High oil prices could kill 600,000 jobs
Analysis: Limits on conventional energy development and excessive optimism about alternative energy technologies are making the US more dependent on imported oil.
By Peter Morici, guest contributor to TheStreet
Turmoil in the Middle East and elsewhere has pushed oil prices up more than $20 a barrel and average gasoline prices from less than $3 a gallon to about $3.60.
All the additional cash spent on imported oil that does not return to buy exports translates into lost demand for U.S. goods and services, lost growth and fewer jobs. Higher gas prices simply mean fewer cell phones, restaurant meals and other goods purchased that create jobs.
Most economists built some increase into 2011 GDP forecasts, but the recent surge, if it sticks through spring, will reduce U.S. growth from 3.5 to 4% to 3 to 3.5%, perhaps less. Overall, that translates into at least 600,000 fewer jobs, or nearly 50,000 a month. Moreover, lost taxes exacerbate federal and state budget problems.
U.S. policy arbitrarily limits the development of domestic oil and gas, and the more rapid deployment of abundant domestic natural gas. Premised on false assumptions about the immediate viability of electric cars and alternative energy sources, such as solar panels and windmills, these make the U.S. economy more vulnerable and Americans poorer. The also raise unemployment and do little to raise environmental standards. Instead of drilling taking place where the U.S. government can regulate it, development goes abroad to places where U.S. enforcement has no teeth.
In combination, limits on conventional energy development and excessive optimism about alternative energy technologies are making the United States even more dependent on imported oil and more indebted to China and other overseas creditors to pay for it.
Peter Morici is a professor at the University of Maryland's Robert H. Smith School of Business.
This commentary is part of TheStreet's guest contributor program, which is separate from the company's news coverage.
yep, FrEddddd -
written by a high school dropout.
"Outlaw heating homes and buildings with oil"
And the retrofit cost to provide an alternative energy heating source for those structures would be?
And who's gonna pay for that?
At least your post didn't have any spelling errors...
Until we are able to move more toward green energy we need to be using the US oil resources to stop being controlled by the middle east. You cannot just flip a switch and be off fossil fuels...it will take years. In the meantime drill in this country!
I also agree with you on the lack of readiness of being "Green". I wanted to mention that when US was a developing country it could care less about being "Green" either, so there is really no reason to blame or use disdainful language toward the developing countries, they are simply following a natural cycle - a path of least resistance. Even so, China is investing a ton into solar and other alternative energies.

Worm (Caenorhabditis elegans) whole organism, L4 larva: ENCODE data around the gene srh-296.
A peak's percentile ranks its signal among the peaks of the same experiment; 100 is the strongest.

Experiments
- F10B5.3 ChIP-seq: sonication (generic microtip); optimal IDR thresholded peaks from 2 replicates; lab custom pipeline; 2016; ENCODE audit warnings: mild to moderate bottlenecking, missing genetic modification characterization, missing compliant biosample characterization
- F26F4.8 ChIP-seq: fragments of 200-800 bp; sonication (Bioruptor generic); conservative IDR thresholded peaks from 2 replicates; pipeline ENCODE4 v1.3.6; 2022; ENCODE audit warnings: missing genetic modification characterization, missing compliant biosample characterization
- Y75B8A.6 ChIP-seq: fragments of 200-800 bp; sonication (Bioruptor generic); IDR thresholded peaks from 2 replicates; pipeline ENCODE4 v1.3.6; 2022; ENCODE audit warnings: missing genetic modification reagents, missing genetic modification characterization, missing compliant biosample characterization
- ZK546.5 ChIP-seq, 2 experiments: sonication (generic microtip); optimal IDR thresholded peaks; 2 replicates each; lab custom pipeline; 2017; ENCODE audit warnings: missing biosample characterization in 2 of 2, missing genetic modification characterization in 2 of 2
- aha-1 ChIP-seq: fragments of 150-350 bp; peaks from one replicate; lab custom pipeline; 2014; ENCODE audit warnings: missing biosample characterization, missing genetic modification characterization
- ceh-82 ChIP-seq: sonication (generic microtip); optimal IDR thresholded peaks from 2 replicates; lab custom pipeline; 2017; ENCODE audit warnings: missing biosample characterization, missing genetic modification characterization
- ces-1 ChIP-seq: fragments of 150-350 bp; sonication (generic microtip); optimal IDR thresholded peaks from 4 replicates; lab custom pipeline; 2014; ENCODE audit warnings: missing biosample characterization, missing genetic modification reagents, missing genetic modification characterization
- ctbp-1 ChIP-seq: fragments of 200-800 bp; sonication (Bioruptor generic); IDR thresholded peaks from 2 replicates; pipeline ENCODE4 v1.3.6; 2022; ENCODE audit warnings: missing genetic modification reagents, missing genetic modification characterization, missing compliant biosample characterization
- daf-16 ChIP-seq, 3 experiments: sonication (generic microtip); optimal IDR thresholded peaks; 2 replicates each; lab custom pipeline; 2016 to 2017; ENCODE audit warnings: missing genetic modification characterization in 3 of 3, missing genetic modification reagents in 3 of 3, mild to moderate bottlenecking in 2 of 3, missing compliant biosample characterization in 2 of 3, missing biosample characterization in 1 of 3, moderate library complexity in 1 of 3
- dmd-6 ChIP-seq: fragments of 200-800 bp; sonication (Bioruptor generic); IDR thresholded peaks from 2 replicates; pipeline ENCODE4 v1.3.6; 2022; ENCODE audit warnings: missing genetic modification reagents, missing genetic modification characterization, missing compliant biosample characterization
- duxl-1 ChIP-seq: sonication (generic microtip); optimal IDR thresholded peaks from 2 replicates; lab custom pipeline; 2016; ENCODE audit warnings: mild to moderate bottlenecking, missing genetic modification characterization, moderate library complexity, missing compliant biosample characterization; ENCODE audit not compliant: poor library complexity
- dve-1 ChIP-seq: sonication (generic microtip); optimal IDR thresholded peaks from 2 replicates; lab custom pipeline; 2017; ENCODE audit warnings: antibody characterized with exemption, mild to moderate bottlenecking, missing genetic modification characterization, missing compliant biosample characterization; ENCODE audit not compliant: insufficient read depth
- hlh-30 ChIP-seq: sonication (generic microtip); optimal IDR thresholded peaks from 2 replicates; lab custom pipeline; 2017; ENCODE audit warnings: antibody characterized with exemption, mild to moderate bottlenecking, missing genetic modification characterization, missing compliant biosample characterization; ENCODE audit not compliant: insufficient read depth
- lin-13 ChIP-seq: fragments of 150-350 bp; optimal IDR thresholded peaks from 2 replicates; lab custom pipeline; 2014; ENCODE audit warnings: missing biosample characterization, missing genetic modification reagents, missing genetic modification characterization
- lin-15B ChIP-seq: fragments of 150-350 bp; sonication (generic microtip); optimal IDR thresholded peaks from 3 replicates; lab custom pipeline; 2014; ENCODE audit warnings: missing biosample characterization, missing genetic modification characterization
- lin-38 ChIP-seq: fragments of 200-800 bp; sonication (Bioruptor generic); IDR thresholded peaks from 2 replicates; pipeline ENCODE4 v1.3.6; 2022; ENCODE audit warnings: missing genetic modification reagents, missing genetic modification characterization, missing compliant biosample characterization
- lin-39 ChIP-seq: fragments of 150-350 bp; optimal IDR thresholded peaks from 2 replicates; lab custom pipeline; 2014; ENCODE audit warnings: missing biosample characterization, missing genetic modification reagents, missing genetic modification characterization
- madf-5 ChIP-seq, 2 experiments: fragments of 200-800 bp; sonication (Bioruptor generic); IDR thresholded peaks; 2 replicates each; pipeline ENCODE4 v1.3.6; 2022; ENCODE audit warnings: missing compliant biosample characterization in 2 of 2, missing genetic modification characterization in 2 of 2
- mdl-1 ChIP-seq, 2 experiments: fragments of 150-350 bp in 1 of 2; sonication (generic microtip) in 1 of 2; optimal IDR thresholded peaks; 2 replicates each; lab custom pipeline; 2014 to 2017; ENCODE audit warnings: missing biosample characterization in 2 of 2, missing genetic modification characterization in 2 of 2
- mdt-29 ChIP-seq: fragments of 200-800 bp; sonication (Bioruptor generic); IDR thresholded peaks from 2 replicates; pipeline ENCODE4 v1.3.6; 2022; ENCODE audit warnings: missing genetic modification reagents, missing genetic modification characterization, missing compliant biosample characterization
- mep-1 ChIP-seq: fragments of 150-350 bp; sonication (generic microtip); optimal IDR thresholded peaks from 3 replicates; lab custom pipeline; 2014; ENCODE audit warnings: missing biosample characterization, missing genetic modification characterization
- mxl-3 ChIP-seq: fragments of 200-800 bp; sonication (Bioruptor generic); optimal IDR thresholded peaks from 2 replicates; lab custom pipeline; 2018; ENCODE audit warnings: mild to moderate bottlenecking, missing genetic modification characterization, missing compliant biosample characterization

Cars: Hydro Fuel. We perfected the tech in the 70's, just force every major oilco to have at least 5% hydro-fuel stations, and you'll have hydro cars on the road within 3 years [Ford, Nissan, Honda, and Toyota all have proof of concept models...from a decade ago]
Housing/Buildings: Mandate all new construction include solar panels. Keep a backup grid connection, but this will stop the growth of dependence on other forms of power.
Problem solved. We either wait for the free markets, and the comming of peak oil [which is already happening], or we take drastic action in advance.
Copyright © 2014 Microsoft. All rights reserved.
Fundamental company data and historical chart data provided by Morningstar Inc. Real-time index quotes and delayed quotes supplied by Morningstar Inc. Quotes delayed by up to 15 minutes, except where indicated otherwise. Fund summary, fund performance and dividend data provided by Morningstar Inc. Analyst recommendations provided by Zacks Investment Research. StockScouter data provided by Verus Analytics. IPO data provided by Hoover's Inc. Index membership data provided by Morningstar Inc.
Like many companies this winter, the fast-food giant blamed a drop in same-store sales on the weather. But could its problems be bigger than a snowbank?
VIDEO ON MSN MONEY
Top Stocks provides analysis about the most noteworthy stocks in the market each day, combining some of the best content from around the MSN Money site and the rest of the Web.
Contributors include professional investors and journalists affiliated with MSN Money.
Follow us on Twitter @topstocksmsn.